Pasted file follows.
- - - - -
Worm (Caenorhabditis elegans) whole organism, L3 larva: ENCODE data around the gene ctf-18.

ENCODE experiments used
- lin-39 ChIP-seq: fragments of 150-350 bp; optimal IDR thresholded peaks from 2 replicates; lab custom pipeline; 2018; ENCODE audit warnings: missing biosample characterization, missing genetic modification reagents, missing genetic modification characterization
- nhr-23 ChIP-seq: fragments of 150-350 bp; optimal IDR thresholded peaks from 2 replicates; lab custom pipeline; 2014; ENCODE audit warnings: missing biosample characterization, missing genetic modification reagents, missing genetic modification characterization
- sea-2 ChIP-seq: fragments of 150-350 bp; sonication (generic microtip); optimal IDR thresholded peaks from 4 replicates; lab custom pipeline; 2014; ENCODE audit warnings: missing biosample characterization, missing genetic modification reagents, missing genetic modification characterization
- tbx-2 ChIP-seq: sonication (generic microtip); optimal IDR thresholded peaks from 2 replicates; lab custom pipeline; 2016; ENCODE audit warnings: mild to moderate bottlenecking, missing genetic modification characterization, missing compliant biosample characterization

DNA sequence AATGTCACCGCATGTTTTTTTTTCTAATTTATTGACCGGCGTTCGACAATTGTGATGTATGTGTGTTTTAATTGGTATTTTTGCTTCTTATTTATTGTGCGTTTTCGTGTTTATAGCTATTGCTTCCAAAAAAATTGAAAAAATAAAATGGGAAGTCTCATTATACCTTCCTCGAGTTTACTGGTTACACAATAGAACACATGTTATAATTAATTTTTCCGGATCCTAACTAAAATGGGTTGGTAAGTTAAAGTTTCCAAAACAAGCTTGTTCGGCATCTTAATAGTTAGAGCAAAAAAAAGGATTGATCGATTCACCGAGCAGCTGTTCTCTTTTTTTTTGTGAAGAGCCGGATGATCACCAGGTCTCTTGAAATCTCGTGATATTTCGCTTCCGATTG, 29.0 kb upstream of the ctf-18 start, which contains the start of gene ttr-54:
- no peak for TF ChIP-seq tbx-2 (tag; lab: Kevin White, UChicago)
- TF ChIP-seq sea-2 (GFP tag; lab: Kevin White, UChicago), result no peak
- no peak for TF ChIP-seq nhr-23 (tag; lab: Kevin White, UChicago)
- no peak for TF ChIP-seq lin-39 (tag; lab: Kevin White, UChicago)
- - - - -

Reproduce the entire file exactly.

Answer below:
Worm (Caenorhabditis elegans) whole organism, L3 larva: ENCODE data around the gene ctf-18.

ENCODE experiments used
- lin-39 ChIP-seq: fragments of 150-350 bp; optimal IDR thresholded peaks from 2 replicates; lab custom pipeline; 2018; ENCODE audit warnings: missing biosample characterization, missing genetic modification reagents, missing genetic modification characterization
- nhr-23 ChIP-seq: fragments of 150-350 bp; optimal IDR thresholded peaks from 2 replicates; lab custom pipeline; 2014; ENCODE audit warnings: missing biosample characterization, missing genetic modification reagents, missing genetic modification characterization
- sea-2 ChIP-seq: fragments of 150-350 bp; sonication (generic microtip); optimal IDR thresholded peaks from 4 replicates; lab custom pipeline; 2014; ENCODE audit warnings: missing biosample characterization, missing genetic modification reagents, missing genetic modification characterization
- tbx-2 ChIP-seq: sonication (generic microtip); optimal IDR thresholded peaks from 2 replicates; lab custom pipeline; 2016; ENCODE audit warnings: mild to moderate bottlenecking, missing genetic modification characterization, missing compliant biosample characterization

DNA sequence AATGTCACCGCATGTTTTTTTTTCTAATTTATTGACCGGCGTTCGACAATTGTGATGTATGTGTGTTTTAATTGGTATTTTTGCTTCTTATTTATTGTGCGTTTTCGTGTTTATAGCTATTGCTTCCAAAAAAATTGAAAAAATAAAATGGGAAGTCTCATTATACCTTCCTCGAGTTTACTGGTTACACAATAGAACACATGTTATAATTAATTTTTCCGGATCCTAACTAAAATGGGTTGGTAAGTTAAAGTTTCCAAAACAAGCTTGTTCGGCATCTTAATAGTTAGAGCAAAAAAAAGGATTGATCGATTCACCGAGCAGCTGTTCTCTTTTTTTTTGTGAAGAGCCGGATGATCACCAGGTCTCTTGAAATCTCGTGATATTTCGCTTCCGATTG, 29.0 kb upstream of the ctf-18 start, which contains the start of gene ttr-54:
- no peak for TF ChIP-seq tbx-2 (tag; lab: Kevin White, UChicago)
- TF ChIP-seq sea-2 (GFP tag; lab: Kevin White, UChicago), result no peak
- no peak for TF ChIP-seq nhr-23 (tag; lab: Kevin White, UChicago)
- no peak for TF ChIP-seq lin-39 (tag; lab: Kevin White, UChicago)